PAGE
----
The demotion of Pitt follows last week's leadership spill in the Nationals that led to Barnaby Joyce replacing Michael McCormack as deputy prime minister.
Pitt will retain the resources portfolio, and water, however, he will no longer sit at the table where major policy decisions are made.
Minerals Council of Australia chief executive Tania Constable said she "noted the Cabinet reshuffle" at a time when mining export revenue was at an all-time high underscoring the importance of the sector to the nation.
"The industry will work with all government ministers, recognising the substantial contribution mining makes across many areas of the economy and society including as the largest sector contributor to the nation's gross domestic product, and looks forward to the return of resources to Cabinet," she said.
Dumping Pitt from cabinet shocked industry but also drew the ire from the Labor opposition, which said while Pitt was "far from a stellar resources minister" at least he had a direct line to cabinet until now.
Labor resources spokeswoman Madeline King told Australia's Mining Monthly said the decision was a "slap in the face" to mining and resources communities.
"After knifing Michael McCormack last week, Barnaby Joyce declared he would have a "laser-like focus" on the needs of resources communities," she said.
"It seems that focus only lasted a few days."
Losing Pitt from cabinet at a time when the resources industry is vital to continued investment and growth could have a negative impact on the Australian economy.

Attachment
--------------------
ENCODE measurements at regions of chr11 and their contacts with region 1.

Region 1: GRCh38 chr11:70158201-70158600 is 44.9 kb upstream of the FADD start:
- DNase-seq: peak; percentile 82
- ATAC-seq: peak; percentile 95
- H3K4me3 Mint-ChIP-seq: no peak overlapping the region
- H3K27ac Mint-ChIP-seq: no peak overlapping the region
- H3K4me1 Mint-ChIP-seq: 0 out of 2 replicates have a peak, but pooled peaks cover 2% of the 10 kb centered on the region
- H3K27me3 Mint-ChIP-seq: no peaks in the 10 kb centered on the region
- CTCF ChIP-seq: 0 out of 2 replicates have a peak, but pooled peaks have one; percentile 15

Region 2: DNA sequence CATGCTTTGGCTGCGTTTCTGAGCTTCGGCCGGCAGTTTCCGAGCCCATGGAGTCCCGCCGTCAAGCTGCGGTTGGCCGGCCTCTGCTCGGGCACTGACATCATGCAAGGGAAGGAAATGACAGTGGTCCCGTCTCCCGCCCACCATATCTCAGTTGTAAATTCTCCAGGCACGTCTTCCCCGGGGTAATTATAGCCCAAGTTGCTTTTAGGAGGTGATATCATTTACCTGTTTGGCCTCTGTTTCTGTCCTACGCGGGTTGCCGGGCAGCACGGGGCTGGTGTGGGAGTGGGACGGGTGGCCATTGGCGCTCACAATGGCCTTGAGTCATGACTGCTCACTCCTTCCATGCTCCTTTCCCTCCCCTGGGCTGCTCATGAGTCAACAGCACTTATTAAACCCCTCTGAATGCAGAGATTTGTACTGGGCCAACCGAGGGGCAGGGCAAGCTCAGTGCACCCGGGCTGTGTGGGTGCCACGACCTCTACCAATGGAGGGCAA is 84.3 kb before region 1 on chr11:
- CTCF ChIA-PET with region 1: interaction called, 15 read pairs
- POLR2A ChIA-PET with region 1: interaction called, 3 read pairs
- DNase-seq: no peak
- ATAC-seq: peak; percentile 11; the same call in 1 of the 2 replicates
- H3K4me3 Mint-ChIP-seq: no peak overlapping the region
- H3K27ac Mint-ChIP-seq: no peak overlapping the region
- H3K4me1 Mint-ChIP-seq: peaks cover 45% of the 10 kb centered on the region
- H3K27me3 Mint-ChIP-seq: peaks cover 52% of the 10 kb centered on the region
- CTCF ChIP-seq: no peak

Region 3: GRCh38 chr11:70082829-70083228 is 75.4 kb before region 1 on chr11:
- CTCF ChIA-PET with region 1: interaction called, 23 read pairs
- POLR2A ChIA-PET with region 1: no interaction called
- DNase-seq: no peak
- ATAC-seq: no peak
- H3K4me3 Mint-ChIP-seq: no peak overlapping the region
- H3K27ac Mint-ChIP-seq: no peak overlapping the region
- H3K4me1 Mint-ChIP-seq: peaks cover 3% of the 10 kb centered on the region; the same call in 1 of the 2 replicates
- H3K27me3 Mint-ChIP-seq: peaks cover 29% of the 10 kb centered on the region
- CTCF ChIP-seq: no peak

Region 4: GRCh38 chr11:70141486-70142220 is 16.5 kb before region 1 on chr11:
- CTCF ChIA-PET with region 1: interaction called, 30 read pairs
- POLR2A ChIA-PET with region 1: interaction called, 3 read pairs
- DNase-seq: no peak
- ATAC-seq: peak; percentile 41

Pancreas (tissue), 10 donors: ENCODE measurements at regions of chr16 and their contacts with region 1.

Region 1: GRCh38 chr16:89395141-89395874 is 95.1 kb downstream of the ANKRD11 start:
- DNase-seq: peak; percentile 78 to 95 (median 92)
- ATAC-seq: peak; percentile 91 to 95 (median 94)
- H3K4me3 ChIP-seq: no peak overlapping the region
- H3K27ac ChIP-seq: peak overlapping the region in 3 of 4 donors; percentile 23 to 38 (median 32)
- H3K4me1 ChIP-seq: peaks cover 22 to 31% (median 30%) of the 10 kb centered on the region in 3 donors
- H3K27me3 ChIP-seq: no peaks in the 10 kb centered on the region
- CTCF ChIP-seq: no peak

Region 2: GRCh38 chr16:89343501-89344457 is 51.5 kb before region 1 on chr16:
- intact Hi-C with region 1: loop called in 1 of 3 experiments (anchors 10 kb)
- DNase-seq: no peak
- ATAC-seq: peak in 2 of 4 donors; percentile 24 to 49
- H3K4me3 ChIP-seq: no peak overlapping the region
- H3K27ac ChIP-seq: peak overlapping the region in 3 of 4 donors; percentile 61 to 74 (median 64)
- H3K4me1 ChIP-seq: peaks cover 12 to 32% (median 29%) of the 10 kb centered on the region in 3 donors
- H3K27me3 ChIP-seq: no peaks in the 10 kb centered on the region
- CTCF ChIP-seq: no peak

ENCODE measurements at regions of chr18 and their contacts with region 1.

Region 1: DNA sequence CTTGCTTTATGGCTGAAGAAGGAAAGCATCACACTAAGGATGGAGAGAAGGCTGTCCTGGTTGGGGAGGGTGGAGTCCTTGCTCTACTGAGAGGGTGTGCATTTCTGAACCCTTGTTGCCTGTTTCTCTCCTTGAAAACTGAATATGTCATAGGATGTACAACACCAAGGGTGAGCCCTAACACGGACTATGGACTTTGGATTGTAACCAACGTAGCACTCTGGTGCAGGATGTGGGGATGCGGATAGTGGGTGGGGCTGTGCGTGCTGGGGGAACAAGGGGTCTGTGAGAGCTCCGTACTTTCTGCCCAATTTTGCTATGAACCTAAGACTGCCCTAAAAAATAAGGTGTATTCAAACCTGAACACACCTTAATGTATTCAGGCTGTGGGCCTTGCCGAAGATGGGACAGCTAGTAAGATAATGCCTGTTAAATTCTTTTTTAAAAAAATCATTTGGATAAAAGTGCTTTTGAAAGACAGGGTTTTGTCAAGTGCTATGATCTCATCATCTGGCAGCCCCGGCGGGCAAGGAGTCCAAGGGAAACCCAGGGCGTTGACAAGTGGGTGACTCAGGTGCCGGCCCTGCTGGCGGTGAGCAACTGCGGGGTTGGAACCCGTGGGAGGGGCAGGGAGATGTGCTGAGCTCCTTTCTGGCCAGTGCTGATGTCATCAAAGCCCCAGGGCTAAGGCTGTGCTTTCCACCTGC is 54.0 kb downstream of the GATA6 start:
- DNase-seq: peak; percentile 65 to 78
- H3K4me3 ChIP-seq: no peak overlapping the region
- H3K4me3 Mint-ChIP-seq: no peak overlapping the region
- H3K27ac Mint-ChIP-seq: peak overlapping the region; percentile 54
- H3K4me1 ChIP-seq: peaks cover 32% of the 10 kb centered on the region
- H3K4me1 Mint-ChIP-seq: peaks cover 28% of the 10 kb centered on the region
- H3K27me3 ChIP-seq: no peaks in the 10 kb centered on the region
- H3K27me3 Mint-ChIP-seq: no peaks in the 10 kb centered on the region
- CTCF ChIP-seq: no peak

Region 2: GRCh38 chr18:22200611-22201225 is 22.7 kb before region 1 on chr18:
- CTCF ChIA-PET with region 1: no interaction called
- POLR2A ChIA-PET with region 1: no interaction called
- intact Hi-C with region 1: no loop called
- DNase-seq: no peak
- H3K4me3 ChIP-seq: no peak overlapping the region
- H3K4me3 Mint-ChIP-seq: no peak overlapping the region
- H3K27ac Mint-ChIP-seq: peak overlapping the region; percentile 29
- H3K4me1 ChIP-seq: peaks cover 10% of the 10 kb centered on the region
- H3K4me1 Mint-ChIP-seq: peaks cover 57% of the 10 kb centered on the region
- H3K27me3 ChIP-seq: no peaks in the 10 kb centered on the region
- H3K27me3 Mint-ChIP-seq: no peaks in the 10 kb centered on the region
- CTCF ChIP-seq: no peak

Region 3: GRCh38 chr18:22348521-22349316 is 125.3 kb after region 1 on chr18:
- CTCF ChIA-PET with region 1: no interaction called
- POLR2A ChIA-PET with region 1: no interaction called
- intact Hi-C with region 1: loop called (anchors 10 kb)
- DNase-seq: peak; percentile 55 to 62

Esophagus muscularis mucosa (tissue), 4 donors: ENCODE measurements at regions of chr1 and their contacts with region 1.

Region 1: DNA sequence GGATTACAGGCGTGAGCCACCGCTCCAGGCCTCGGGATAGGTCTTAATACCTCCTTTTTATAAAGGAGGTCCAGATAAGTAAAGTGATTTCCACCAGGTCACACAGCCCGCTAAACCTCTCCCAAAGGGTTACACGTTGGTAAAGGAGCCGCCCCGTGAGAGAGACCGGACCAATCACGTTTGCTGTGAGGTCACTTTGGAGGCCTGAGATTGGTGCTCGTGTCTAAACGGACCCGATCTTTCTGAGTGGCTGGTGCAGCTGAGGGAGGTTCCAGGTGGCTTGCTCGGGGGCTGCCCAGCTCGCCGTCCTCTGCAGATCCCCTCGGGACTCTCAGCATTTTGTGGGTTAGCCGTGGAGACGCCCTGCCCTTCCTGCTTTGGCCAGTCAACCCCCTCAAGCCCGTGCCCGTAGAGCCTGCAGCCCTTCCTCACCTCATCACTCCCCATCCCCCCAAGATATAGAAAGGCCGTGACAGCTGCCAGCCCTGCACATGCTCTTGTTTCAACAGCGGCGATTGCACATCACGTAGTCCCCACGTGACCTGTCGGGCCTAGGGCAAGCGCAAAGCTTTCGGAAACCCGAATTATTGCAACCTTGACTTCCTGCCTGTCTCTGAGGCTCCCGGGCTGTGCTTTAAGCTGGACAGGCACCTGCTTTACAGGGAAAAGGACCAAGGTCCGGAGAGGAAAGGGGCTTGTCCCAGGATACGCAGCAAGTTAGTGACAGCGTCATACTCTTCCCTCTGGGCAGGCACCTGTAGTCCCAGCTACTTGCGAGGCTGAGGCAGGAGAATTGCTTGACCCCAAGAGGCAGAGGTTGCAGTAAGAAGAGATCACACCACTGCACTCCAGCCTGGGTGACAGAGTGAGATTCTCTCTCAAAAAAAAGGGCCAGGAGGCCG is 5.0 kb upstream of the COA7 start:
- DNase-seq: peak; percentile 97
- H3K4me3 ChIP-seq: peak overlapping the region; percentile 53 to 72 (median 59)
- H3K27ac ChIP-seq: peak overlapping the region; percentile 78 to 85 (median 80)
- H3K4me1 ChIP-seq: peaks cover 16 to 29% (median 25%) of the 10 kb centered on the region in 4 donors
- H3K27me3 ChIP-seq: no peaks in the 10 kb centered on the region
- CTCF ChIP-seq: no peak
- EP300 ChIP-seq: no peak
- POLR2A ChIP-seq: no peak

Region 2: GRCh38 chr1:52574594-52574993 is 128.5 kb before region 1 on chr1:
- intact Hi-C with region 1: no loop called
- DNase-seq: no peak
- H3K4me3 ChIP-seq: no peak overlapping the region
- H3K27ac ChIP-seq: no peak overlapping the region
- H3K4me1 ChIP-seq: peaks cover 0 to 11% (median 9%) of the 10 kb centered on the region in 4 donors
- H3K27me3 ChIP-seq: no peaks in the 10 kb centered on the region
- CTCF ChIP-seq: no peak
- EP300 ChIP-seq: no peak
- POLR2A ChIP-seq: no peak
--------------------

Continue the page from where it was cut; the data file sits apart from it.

It could be argued that the voices of industry will find it harder to penetrate cabinet to spur ideas for growth.
The Queensland Resources Council said moving resources to the outer ministry was surprising and Pitt had been doing "an outstanding job."
"The Queensland Resources Council believes the resources industry, as Australia's number one export industry, should be a cabinet portfolio," QRC chief Ian Macfarlane said.
Macfarlane is widely considered to have been one of Australia's most effective resources ministers.
One key reason behind the spill that led to McCormack being dropped as Nationals leader and deputy prime minister, was party concerns about committing to net-zero carbon emissions by 2050.
This was not lost on King, who said the mining and energy sector would be "central in Australia achieving net zero emissions by 2050".
Pitt's demotion comes as government forecasts revealed resources and energy exports are expected to hit a record $310 billion for the 2020-21 financial year. This is a 7% increase on the previous year, on the back of strong iron ore demand, base metals and critical minerals for the energy transition.
In fact, according to the Department of Industry, Science, Energy and Resources' latest Resources and Energy Quarterly report, the value exports of Australian mined product grow over the next financial year, to an estimated $334 billion.
Record iron ore prices are providing a much-needed surge in government revenue, while metallurgical coal exports are flying high with as customer countries look to ramp up steel production.
Iron ore, gold and copper export revenue is forecast to be a record $149 billion, $28 billion and $12 billion respectively.
Metallurgical coal export revenue is forecast to be $22 billion, thermal coal $17 billion, and aluminium, including bauxite, alumina and refined metal, $12 billion.
"These incredible results underline the importance of Australia's resources sector to the national economy and international markets throughout the COVID-19 downturn," Pitt noted.
"The [mining] sector is poised to take advantage of the global post-COVID recovery and capture opportunities from strong demand and higher prices across a range commodities."